Segunda-feira, 2 de Abril de 2012

 

 

 

Lagos, capitale économique du Nigeria. Ici, le pétrole est roi, les dollars sont brassés par millions. Le pays est le 11e exportateur mondial d’or noir. Shell, Exxon, Chevron, Total, Agip se pressent en contrebas, dans le delta du Niger, où il affleure la terre. Les dégâts de cette surexploitation sont multiples : détournement de pétrole, corruption des fonctionnaires locaux, pollution des sols, rébellion des populations dans des mouvements armés.

À Lagos, il est une catégorie de victimes dont on ne parle jamais : les expulsés, les délogés, les sans-toits. Ceux qui ont été poussés dehors par l’explosion du prix des terrains. Poussés dehors, en somme, par les expatriés, les nouveaux riches et leur niveau de vie.

 

 

 

 

Continuar a ler no 6MOIS.



publicado por Próximo Futuro às 14:00
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Terça-feira, 20 de Março de 2012

 

 

 

If New York, London, Paris and Milan have been the traditional compass points of world fashion, Lagos has typically not even figured on the map.

But according to Penny McDonald, organizer of the Arise Magazine Fashion Week held in Nigeria's largest city last week, that is unlikely to be the case for much longer.

She said the event, which drew 77 designers and big names including supermodel Alek Wek, British couturier Ozwald Boateng and up-and-coming model Dudley O'Shaughnessy, had gone a long way to establishing Lagos as Africa's fashion capital, a city with international style credentials.

"It's raised the bar," said McDonald, international managing director for Arise, a title which describes itself as Africa's global style and culture magazine. "Everyone knows it's New York, London, Paris and Milan -- and we see this as the fifth destination now. We're hoping to make Lagos a fashion destination, part of the fashion season."

 

 

 

Continuar a ler na CNN.



publicado por Próximo Futuro às 14:00
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Segunda-feira, 6 de Fevereiro de 2012

 

 

Chimurenga, a pan-African English-language journal, depicts the continent’s horrors, sometimes from very close...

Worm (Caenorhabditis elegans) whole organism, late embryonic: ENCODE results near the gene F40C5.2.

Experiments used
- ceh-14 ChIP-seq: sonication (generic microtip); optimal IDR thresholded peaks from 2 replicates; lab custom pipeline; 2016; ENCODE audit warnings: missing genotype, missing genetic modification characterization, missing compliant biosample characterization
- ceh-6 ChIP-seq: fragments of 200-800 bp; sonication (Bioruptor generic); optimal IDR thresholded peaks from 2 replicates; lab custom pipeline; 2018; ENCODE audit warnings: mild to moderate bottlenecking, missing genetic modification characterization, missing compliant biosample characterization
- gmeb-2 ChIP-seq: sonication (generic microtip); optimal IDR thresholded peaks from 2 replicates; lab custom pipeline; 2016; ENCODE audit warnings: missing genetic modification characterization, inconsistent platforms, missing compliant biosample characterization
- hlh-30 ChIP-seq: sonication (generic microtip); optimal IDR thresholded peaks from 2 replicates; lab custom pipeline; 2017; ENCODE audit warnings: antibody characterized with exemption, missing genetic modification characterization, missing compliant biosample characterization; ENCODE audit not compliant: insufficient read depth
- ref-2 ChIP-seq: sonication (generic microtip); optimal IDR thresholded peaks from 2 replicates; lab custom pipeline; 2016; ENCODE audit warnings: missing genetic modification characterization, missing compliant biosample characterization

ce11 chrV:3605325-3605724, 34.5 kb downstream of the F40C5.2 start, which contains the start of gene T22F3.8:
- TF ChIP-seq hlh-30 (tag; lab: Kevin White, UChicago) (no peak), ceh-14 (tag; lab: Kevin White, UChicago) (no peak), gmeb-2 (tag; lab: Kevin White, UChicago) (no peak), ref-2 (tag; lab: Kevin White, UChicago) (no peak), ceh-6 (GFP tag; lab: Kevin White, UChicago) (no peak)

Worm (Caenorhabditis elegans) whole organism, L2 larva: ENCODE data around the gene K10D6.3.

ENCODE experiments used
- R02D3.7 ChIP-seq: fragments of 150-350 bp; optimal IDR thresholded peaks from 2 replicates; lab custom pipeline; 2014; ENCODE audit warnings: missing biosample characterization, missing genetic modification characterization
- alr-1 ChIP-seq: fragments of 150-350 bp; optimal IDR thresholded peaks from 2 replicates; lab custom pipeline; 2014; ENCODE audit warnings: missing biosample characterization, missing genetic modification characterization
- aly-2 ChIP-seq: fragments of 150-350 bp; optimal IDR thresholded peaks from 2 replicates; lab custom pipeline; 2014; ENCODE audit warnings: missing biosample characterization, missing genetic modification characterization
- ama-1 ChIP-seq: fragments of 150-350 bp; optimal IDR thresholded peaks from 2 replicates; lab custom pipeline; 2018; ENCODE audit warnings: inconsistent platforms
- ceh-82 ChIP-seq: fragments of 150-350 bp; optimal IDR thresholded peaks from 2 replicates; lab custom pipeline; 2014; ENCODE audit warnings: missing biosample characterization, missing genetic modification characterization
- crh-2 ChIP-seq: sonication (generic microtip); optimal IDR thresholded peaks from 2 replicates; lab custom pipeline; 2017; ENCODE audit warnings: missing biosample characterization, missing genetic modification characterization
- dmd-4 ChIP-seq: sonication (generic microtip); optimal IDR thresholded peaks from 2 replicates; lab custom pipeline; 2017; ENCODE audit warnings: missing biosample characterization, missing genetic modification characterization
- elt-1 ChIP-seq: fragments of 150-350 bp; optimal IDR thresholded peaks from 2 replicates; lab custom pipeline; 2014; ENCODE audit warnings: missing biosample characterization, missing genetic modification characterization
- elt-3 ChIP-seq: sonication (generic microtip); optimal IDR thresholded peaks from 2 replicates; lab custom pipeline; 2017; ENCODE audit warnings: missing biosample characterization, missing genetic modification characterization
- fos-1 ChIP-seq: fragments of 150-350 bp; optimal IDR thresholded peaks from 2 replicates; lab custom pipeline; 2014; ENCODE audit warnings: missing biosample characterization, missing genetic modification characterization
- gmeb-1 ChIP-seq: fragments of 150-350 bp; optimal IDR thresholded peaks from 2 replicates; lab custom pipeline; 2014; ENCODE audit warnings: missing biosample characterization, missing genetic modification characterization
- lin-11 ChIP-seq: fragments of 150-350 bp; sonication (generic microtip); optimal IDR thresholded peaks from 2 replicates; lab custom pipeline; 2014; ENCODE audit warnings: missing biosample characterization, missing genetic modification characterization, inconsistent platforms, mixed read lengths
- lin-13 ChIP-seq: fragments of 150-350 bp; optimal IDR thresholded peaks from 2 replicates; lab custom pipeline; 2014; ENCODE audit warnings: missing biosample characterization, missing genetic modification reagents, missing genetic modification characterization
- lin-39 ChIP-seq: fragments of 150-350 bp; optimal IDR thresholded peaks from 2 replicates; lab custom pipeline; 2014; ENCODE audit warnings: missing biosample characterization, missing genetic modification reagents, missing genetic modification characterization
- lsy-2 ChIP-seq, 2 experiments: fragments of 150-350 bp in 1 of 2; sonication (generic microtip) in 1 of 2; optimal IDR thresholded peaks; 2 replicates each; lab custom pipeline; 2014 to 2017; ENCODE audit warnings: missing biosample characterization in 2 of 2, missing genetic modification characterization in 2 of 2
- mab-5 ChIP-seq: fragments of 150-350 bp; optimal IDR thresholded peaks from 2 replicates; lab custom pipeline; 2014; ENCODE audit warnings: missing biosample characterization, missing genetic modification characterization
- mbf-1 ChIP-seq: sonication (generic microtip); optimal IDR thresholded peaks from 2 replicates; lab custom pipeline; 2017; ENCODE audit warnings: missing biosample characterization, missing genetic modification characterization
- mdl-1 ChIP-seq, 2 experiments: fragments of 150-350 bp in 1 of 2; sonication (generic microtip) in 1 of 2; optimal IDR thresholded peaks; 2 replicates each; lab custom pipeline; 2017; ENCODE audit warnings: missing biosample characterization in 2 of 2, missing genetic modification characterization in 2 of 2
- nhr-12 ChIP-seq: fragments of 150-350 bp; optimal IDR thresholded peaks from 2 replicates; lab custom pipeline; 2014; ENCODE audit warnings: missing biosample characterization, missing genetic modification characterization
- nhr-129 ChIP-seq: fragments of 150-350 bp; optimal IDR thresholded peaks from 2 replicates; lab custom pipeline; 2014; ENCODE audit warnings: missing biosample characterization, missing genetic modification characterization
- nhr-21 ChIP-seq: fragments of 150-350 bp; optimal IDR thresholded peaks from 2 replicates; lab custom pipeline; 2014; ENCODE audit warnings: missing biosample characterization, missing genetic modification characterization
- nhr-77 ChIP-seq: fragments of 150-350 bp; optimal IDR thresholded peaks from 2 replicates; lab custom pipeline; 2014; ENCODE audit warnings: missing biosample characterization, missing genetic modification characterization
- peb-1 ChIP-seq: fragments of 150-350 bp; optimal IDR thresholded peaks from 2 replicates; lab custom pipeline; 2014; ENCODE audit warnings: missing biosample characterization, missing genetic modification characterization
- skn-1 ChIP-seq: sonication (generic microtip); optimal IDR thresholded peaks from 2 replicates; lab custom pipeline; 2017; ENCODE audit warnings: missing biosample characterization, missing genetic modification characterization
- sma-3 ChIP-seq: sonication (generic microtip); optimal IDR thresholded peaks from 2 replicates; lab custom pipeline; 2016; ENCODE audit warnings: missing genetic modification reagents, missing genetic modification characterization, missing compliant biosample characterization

I once had coffee in Cape Town with a Cameroonian named Ntone Edjabe. He ran an English-language journal called Chimurenga, but what I remembered from our chat were his vignettes of Lagos (where he’d studied) and Johannesburg (where he went next). In Lagos, he said, you’d be driving down the highway and suddenly see a guy selling cars on the highway. Lagos was crazy, and yet it felt entirely safe. Whereas Johannesburg seemed sane, but never felt safe.

I sent Edjabe some articles, but otherwise forgot about Chimurenga until a recent issue arrived in the mail. (Declaration of interest: I’m proud to say I have an article in it.) I read it and was staggered. I’d always thought the zenith of journalism was The New Yorker, but in parts, Chimurenga is better.

It’s also more surprising: I love well-off media types from New York or London, but by now we do tend to know how they think. By contrast, reading Chimurenga you keep thinking, “Who knew?” Who knew that (as one article recounts) Bloemfontein has a literary scene of authors and critics writing for no money, guided by a Nigerian immigrant, and headquartered in an Afrikaans literature museum? Chimurenga changes your view of Africa, and of journalism.

 

Para ler o artigo completo de Simon Kuper, basta clicar aqui.

 



publicado por Próximo Futuro às 09:00
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Segunda-feira, 17 de Outubro de 2011